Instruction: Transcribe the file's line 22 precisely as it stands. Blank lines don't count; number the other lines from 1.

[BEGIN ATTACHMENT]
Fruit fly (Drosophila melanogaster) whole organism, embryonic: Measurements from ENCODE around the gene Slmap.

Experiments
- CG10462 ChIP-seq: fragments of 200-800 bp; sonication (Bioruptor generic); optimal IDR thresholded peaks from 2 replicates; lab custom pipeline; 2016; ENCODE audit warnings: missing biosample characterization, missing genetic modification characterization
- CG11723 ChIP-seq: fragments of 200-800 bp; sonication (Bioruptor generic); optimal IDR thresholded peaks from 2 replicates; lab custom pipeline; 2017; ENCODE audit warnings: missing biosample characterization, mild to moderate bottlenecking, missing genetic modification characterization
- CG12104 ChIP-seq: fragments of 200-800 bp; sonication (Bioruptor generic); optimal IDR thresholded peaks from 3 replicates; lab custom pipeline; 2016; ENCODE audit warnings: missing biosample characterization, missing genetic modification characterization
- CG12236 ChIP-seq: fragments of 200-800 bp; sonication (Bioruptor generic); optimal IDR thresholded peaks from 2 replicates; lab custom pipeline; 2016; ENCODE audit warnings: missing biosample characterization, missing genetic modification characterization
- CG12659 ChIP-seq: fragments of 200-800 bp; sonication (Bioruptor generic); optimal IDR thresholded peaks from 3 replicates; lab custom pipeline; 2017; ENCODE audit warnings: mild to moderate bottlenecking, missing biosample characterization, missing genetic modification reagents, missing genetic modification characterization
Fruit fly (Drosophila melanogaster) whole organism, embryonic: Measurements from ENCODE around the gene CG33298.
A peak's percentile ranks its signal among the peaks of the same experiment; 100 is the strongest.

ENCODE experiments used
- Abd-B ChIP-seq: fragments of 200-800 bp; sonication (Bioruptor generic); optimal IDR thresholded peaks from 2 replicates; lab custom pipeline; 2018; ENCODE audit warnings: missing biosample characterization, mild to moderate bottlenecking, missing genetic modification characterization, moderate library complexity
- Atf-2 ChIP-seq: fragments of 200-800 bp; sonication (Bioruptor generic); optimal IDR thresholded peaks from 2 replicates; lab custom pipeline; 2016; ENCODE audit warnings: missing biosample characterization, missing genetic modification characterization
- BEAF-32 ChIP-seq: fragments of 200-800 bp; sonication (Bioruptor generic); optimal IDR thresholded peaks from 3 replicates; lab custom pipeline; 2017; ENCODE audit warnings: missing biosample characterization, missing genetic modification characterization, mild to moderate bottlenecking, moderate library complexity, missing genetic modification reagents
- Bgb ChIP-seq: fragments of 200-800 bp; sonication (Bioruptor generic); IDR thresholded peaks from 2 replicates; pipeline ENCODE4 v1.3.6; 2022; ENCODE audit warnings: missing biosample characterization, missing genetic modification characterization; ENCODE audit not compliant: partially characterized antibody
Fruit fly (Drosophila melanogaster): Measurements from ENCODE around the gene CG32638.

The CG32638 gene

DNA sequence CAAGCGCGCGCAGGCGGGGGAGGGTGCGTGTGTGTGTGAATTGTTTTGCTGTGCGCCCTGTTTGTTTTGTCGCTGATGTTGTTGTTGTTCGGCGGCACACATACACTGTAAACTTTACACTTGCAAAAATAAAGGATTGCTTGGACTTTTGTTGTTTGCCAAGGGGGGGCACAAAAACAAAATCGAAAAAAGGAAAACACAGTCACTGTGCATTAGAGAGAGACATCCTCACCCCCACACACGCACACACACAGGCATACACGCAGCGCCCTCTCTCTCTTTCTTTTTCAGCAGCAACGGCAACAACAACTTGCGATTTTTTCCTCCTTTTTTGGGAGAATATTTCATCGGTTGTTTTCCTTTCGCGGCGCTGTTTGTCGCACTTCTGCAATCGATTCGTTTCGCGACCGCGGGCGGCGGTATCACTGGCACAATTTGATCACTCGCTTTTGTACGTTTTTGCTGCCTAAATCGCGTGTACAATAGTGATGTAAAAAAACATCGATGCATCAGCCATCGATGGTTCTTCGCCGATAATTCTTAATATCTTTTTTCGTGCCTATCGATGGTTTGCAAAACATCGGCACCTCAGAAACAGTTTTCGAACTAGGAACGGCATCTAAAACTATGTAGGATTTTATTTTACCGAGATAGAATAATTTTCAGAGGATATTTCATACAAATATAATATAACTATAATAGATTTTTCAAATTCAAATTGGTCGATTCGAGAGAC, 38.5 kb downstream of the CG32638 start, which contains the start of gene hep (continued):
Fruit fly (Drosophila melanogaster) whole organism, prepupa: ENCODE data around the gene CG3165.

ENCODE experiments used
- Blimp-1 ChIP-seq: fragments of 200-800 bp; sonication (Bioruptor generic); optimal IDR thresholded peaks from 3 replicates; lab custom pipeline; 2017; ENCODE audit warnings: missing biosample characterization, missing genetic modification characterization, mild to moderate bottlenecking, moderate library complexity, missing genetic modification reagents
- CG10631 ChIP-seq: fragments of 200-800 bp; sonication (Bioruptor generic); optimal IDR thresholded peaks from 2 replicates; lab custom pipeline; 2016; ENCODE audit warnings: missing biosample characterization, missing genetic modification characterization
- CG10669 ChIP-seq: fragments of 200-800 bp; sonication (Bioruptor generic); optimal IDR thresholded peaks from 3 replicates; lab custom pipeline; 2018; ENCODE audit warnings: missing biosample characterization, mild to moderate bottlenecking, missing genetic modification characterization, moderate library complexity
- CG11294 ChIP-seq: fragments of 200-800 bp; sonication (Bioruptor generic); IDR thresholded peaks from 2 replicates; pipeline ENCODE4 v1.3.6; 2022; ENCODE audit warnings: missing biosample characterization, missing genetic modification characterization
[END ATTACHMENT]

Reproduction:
- CG10669 ChIP-seq: fragments of 200-800 bp; sonication (Bioruptor generic); optimal IDR thresholded peaks from 3 replicates; lab custom pipeline; 2018; ENCODE audit warnings: missing biosample characterization, mild to moderate bottlenecking, missing genetic modification characterization, moderate library complexity